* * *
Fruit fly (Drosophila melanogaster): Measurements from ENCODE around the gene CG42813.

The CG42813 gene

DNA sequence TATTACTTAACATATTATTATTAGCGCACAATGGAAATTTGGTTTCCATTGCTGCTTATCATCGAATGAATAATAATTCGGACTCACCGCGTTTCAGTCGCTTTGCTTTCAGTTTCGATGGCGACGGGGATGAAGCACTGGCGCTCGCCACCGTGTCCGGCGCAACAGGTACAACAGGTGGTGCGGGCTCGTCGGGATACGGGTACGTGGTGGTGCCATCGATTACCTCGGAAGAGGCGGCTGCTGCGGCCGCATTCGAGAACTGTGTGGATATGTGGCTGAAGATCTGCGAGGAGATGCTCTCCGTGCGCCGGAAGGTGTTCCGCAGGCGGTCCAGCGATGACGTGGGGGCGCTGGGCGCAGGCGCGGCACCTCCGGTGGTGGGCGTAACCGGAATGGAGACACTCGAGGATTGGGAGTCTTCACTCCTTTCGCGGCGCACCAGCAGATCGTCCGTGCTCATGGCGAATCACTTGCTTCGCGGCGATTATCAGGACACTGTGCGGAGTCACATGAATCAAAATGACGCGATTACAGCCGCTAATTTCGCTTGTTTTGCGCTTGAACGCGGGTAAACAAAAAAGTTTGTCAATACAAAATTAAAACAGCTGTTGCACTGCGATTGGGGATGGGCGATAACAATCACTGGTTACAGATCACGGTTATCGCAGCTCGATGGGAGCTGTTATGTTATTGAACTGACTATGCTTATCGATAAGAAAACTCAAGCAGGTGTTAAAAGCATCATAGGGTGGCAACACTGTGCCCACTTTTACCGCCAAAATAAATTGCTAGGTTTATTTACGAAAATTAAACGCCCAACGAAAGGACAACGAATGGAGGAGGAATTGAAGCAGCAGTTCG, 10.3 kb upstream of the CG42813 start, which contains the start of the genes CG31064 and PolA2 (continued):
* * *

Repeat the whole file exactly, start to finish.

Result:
Fruit fly (Drosophila melanogaster): Measurements from ENCODE around the gene CG42813.

The CG42813 gene

DNA sequence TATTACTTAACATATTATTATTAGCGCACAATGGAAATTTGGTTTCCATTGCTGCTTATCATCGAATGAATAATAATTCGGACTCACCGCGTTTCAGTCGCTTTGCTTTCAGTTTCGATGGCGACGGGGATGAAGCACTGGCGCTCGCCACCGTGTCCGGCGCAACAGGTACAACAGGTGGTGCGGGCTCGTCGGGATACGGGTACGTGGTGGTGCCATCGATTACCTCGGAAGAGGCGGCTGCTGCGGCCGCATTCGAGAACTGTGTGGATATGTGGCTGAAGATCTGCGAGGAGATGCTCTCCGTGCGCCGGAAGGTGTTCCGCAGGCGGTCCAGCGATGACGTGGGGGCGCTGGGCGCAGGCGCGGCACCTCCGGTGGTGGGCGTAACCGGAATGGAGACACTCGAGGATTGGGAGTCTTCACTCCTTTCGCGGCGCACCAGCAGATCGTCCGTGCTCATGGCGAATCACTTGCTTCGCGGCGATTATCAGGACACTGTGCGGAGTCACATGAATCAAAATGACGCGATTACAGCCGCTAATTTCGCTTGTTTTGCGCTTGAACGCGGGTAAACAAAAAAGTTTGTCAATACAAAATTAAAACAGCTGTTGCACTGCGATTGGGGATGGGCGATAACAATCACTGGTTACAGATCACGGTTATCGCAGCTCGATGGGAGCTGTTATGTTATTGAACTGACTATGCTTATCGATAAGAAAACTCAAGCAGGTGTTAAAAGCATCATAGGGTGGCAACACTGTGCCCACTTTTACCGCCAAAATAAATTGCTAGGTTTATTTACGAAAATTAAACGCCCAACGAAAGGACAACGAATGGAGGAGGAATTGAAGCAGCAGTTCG, 10.3 kb upstream of the CG42813 start, which contains the start of the genes CG31064 and PolA2 (continued):